INTRODUCTION Percutaneous transluminal angioplasty (PTA) is known to effectively improve the prognosis of patients with vascular diseases1. However, poor reendothelialization, and excessive migration and proliferation of vascular smooth muscular cells in the tunica media, can result in obstructive neointimal hyperplasia, and are the major mechanisms involved in restenosis following PTA2. Many animal studies indicate that local delivery of intimal hyperplasia inhibiting drugs can enhance vascular reendothelialization and prevent restenosis2, although this remains controversial. This may be due to inadequate drug concentrations or to the short period that the effective drug concentrations is available locally. The local administration of drug by biodegradable nanoparticles could enhance the drug concentrations in vessel wall and, thereby, yield the desired therapeutic effects. Recently, anti-oxidants (AA) grafted on poly(lactide-co- glycolide) (g-AA-PLGA) were proposed as novel biodegradable materials stable to gamma irradiation, characterized by different surface properties and suitable for drug delivery3,4. In this work, we investigated the feasibility to prepare g-AA-PLGA nanoparticles as carriers for the local administration of drugs in the vessel wall during PTA. To achieve this goal, the rate and extent of cellular uptake of such nanoparticles in comparison with the naïve PLGA was studied using macrophages, smooth muscular and endothelial cells as representative of the cells present in the vessel wall. EXPERIMENTAL SET-UP g-AA-PLGA synthesis and characterization Caffeic acid (CA) or resveratrol (RV) were grafted to PLGA (L/G ratio 50/50, Mw=26 KDa, Tg=47.1±0.5 °C) by a free radicals-induced strategy3,4. g-AA-PLGA were characterized by the DPPH assay, GPC analysis and DSC. Nanoparticles preparation and characterization Surfactant-free nanoparticles (NPs) were prepared by the solvent displacement method, adding dropwise 1 mL of 1% polymeric solution in organic solvent to 10 mL of MilliQ® water. Hydrodynamic diameter (Dh) and zeta potential () were determined by a Zetasizer Nano ZS (Malvern Instrument, UK). Fluorescent NPs with 10% w/w of a FITC- PLGA conjugate were also prepared. Cellular uptake and exocytosis Macrophages, smooth muscular and endothelial cells were exposed to the fluorescent nanosuspension (100 μg/mL) over a 24 h period. At predetermined times, media were removed and NP uptake was determined by measuring the intracellular fluorescence. The uptake efficiency was calculated normalizing the observed fluorescence intensity in each well (IOBS) for the mean fluorescence intensity of the negative control (INC) according to equation 1: Uptake efficiency = (IOBS - INC)/INC eq.1 The exocytosis of nanoparticles was followed for up to 7 days. The absolute number of detected photons (i.e. the derived count rate, DCR), Dh and correlogram shape were considered to qualitatively establish NPs released by the cells. The cytotoxicity of the tested formulation was also evaluated by the MTT assay5. Statistical analysis One-way and two-way ANOVA followed by Tukey’s test (=0.05) were performed using OriginPro 2015 (USA). Outliers were discarded according to Dixon’s T-test. RESULTS AND DISCUSSION Polymer synthesis and characterization g-AA-PLGA were synthesized by performing a two-step grafting procedure at room temperature. In the former step, the oxidation of ascorbic acid by H2O2 led to the formation of hydroxyl radicals able to activate the PLGA backbone; then, the reactive sites on the preformed PLGA macroradicals react with the AA molecules resulting in CA or RV insertion. This approach avoids the degradation of the AA due to high temperature and the generation of toxic by- products. Both types of PLGA based conjugates exhibited good free radical scavenging properties since the DPPH inhibition after 1 h resulted 90.0±0.4 and 27.0±0.8 % for g- CA-PLGA and g-RV-PLGA, respectively; while the naïve PLGA was ineffective. Moreover, the grafting procedure did not affect the main physico-chemical properties of PLGA, since no significantly variations in Mw and Tg occurred in both g-AA-PLGA. Nanoparticles characterization Independently of the polymer used, monodispersed NPs were obtained (Table 1). The addition of 10% FITC-PLGA conjugate did not significantly modify the main features of NPs. Moreover, the MTT assay demonstrated the absence of toxicity of g-AA-PLGA (100 μg/mL) compared to the naïve PLGA. Cellular uptake and exocytosis evaluation Macrophages took up NPs faster than the other cell lines probably due to their physiological phagocytic activity. Indeed, in these cells no statistical differences in NP uptake were detected considering the materials and the incubation time as factors (two-way ANOVA, p=0.05). In the case of endothelial cells, the uptake of g-CA-PLGA NPs was significantly higher than that of g-RV-PLGA and PLGA (two-way ANOVA: g-CA-PLGA vs PLGA p=0.028 and g-CA-PLGA vs g-RV-PLGA p=0.032). Moreover, g-RV-PLGA and PLGA NPs were similarly taken up (p>0.05). Lastly, regarding smooth muscular cells, the uptake of g-CA-PLGA NPs occurred faster compared to the other NPs (one-way ANOVA: g-CA-PLGA vs PLGA p=0.002; g-CA-PLGA vs g-RV-PLGA p=0.004 and g-RV- PLGA vs PLGA p=0.984). As an example, Figure 1 represents the uptake efficiency of the cells after 4 h of exposition to NPs. Furthermore, we observed a time-dependent reduction of the amount of intracellular fluorescent g-CA-PLGA NPs, indicating that this type of NPs may be also released by cells. The DLS analysis suggested that the release of NPs occurred within 8 h and 48 h in macrophages and smooth muscular cells, respectively. At both time periods, the DLS correlation functions maintained the sigmoidal shape and the Dh of the NPs was around 200 nm. These data were in agreement with the images obtained by fluorescence microscopy. CONCLUSION All together, these results on cellular uptake and exocytosis demonstrate that g-CA-PLGA nanoparticles may be a suitable carrier to locally administer drugs used in the prevention of restenosis following PTA. REFERENCES 1. Singh, M.; Rihal, C.S.; Berger, P.B.; Bel, M.R.; Grill, D.E.; Garratt, K.N.; Barsenes, G.W. and Holmes, D.R. Improving outcome over time of percutaneous coronary interventions in unstable angina. J. Am. Coll. Cardiol. 36, 674-678 (2000). 2. Jukema, J.W.; Verschuren, J.J.; Ahmed, T.A. and Quax P.H. Restenosis after PCI. Part 1: pathophysiology and risk factors. Nat. Rev. Cardiol. 9, 53–62 (2001). 3. Cilurzo, F.; Puoci, F.; Selmin, F.; Iemma, F. and Minghetti, P. Pyrogallic acid-PLGA conjugate as new biodegradable material suitable for final sterilization by irradiation. Polym. Adv. Technol. 22, 2201–2205 (2011). 4. Selmin, F.; Puoci, F.; Parisi, O.I.; Franzé, S.; Musazzi, U.M. and Cilurzo, F. Caffeic acid-PLGA conjugate to design protein drug delivery systems stable to irradiation. J. Funct. Biomater. 6, 1-13 (2015). 5. Denizot,F.andLang,R.Rapidcolorimetricassayforcell growth and survival. Modifications to the tetrazolium dye procedure giving improved sensitivity and reliability. J. Immunol. Methods 89(2), 271-277 (1986).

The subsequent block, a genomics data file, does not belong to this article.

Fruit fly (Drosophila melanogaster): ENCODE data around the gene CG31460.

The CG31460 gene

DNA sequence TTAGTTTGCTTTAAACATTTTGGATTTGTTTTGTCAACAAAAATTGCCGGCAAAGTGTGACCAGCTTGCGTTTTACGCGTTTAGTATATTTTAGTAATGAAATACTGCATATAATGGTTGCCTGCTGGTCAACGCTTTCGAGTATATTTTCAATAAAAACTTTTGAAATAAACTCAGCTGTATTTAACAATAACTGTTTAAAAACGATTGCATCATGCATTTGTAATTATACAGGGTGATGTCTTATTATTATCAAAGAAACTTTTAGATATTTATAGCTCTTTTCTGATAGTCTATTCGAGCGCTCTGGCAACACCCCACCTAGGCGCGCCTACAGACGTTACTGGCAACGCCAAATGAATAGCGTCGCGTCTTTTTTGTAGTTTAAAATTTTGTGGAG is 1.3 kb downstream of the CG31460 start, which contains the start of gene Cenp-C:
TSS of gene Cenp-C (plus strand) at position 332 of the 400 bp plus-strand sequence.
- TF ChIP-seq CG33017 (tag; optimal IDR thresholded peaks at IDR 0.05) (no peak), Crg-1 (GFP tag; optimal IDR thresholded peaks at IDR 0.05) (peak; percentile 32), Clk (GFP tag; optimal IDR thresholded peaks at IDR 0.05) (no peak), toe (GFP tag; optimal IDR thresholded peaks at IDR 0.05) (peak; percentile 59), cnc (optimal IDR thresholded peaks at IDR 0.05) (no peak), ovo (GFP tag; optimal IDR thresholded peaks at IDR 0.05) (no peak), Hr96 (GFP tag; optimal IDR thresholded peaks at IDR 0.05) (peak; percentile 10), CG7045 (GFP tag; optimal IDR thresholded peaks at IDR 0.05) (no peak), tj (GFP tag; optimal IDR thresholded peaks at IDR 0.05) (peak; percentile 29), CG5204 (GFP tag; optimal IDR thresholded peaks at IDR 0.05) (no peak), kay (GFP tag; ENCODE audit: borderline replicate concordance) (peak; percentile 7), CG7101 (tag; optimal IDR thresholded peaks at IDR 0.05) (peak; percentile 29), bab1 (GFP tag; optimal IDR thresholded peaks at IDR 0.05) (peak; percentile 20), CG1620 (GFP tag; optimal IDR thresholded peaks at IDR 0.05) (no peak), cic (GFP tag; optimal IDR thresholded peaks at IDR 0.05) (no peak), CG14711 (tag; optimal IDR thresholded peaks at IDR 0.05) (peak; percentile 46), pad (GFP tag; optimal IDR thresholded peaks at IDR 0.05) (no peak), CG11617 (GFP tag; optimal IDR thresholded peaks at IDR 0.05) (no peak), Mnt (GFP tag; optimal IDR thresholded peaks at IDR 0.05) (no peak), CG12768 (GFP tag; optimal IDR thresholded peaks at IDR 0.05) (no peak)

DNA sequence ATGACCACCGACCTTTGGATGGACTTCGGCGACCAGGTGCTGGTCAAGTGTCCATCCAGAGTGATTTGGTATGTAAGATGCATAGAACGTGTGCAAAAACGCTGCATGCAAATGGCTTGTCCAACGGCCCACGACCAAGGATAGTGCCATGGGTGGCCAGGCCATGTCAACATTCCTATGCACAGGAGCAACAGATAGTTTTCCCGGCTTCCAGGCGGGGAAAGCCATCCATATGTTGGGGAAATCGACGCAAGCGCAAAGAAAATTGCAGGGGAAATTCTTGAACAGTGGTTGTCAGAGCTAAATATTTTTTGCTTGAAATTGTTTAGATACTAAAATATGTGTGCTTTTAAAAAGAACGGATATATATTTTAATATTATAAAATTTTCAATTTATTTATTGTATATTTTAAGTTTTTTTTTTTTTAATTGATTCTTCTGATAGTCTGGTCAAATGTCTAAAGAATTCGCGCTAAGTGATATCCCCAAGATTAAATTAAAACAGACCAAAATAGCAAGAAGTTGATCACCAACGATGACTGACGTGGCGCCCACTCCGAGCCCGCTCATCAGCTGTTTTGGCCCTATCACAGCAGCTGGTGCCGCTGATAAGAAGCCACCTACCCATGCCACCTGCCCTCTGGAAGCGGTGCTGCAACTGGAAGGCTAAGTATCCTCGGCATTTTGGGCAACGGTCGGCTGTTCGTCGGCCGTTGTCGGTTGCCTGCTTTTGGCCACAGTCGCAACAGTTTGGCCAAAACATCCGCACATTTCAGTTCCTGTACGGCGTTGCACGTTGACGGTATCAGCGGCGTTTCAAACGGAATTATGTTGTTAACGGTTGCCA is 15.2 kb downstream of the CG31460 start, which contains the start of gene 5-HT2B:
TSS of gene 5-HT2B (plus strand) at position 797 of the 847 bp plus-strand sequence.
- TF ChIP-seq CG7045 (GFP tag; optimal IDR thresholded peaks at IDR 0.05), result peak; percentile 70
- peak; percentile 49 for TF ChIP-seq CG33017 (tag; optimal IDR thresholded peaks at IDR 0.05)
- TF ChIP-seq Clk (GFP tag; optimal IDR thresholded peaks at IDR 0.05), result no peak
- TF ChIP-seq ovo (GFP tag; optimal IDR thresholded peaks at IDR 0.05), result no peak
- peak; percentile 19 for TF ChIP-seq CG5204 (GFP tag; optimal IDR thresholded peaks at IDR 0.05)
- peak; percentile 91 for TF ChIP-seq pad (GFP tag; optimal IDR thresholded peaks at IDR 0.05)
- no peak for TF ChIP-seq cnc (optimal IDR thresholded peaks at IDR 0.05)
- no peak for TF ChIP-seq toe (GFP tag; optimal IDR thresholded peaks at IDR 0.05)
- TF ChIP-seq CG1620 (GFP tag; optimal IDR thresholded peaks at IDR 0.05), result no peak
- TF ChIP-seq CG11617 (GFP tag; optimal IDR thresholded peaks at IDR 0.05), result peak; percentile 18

|Titolo:||Biodegradable nanoparticles for restenosis following PTA: a feasibility study|
|Data di pubblicazione:||apr-2017|
|Settore Scientifico Disciplinare:||Settore CHIM/09 - Farmaceutico Tecnologico Applicativo|
|Citazione:||Biodegradable nanoparticles for restenosis following PTA: a feasibility study / F. Selmin, G. Magri, S. Bellosta, S. Castiglioni, V. Tolva, F. Puoci, F. Cilurzo. ((Intervento presentato al 2. convegno European Conference on Pharmaceutics tenutosi a Krakov nel 2017.|
|Appare nelle tipologie:||14 - Intervento a convegno non pubblicato|